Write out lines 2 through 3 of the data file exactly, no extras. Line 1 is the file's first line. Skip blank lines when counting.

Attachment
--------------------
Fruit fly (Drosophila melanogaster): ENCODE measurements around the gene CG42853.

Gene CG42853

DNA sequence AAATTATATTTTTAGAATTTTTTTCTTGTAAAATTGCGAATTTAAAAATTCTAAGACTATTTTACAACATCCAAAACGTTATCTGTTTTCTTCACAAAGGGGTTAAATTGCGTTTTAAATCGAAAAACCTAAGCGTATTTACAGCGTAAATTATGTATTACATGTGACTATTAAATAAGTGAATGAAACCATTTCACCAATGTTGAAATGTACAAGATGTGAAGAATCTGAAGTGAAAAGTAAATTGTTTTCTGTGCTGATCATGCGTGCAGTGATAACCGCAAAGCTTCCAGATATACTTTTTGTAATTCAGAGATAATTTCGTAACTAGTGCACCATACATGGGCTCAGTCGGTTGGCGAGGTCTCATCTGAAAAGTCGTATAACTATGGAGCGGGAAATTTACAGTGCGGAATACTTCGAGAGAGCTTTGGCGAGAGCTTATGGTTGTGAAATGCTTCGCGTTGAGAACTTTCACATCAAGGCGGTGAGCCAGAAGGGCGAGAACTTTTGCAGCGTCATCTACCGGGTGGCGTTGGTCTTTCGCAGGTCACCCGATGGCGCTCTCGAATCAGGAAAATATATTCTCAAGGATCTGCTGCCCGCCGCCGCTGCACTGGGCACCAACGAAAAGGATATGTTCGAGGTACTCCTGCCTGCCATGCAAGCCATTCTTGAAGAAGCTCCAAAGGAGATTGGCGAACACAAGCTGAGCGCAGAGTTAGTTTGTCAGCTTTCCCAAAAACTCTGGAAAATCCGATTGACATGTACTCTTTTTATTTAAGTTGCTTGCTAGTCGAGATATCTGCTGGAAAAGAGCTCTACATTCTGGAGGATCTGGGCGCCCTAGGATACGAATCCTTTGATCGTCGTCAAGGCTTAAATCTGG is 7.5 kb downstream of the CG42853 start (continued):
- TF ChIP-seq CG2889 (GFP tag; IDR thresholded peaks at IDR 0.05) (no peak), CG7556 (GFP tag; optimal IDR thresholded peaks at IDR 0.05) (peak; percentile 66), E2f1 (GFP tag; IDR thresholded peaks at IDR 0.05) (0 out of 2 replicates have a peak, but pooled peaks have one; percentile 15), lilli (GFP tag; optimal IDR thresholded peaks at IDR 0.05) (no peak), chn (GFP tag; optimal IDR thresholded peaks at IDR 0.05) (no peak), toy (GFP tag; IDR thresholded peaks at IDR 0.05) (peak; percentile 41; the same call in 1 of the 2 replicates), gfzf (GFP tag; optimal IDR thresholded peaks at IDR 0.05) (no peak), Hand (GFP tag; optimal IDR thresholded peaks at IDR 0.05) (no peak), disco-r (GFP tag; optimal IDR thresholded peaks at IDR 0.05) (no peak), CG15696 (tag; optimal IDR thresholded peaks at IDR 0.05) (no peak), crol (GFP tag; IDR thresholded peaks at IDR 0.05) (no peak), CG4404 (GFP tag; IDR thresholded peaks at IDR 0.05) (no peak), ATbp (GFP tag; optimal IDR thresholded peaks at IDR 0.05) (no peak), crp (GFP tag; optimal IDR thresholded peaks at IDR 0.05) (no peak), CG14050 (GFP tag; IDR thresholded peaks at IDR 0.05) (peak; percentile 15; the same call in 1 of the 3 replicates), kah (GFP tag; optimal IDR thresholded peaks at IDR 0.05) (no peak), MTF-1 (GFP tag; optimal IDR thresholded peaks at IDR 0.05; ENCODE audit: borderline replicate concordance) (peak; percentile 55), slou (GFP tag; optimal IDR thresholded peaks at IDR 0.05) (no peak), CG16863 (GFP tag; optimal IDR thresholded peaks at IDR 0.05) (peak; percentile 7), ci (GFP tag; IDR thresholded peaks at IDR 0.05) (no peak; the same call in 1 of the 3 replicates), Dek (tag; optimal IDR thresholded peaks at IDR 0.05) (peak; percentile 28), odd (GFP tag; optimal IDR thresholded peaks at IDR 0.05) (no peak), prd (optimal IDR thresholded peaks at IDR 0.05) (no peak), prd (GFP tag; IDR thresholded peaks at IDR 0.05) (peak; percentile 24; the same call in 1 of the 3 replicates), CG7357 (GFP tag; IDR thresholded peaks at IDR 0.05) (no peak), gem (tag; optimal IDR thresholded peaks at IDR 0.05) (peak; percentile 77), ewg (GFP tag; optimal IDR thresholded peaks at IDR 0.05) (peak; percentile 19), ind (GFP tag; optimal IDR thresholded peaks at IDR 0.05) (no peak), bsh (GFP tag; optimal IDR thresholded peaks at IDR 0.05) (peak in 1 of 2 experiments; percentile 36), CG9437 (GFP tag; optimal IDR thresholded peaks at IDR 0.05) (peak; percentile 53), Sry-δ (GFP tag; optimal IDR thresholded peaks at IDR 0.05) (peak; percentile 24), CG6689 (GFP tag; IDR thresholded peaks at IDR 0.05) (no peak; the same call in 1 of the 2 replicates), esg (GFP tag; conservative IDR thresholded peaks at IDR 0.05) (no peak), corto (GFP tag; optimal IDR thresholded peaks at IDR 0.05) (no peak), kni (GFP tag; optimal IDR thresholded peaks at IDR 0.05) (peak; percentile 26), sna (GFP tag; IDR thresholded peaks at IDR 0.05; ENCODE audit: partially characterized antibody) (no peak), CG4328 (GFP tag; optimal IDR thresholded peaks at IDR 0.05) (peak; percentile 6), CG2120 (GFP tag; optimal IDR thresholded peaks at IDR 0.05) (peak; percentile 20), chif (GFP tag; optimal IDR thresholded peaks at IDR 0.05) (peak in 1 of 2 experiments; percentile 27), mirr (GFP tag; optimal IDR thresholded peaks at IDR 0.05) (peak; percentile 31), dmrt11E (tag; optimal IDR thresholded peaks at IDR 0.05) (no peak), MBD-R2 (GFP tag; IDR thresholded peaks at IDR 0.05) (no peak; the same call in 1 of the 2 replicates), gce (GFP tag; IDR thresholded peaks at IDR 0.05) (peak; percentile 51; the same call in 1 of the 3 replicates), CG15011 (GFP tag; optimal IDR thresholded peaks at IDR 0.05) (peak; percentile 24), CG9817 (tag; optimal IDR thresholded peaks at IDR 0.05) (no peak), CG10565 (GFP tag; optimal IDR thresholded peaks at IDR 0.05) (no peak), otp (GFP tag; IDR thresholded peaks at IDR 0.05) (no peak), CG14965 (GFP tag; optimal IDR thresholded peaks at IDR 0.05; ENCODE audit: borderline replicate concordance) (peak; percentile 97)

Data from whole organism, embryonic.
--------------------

Gene CG42853

DNA sequence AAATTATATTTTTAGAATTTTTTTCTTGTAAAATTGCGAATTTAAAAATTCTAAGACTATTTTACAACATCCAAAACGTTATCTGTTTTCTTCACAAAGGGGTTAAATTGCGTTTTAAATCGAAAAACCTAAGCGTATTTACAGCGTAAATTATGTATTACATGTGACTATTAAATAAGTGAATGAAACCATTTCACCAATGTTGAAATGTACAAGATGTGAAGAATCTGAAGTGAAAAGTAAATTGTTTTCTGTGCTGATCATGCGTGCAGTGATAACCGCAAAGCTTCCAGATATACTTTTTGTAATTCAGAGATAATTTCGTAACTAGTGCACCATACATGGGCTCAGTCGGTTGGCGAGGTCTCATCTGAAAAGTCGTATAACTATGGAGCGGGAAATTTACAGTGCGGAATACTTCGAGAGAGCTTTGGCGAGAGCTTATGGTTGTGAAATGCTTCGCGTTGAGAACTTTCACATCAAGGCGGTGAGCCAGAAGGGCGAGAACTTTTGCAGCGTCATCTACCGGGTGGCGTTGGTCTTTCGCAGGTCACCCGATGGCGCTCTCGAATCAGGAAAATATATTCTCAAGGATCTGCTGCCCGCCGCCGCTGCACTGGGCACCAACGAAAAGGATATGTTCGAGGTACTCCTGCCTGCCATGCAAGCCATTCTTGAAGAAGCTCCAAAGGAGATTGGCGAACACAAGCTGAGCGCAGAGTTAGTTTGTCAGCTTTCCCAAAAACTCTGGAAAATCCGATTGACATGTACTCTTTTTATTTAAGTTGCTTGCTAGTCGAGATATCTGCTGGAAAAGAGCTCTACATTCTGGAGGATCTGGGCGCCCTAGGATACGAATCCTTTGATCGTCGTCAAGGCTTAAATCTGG is 7.5 kb downstream of the CG42853 start (continued):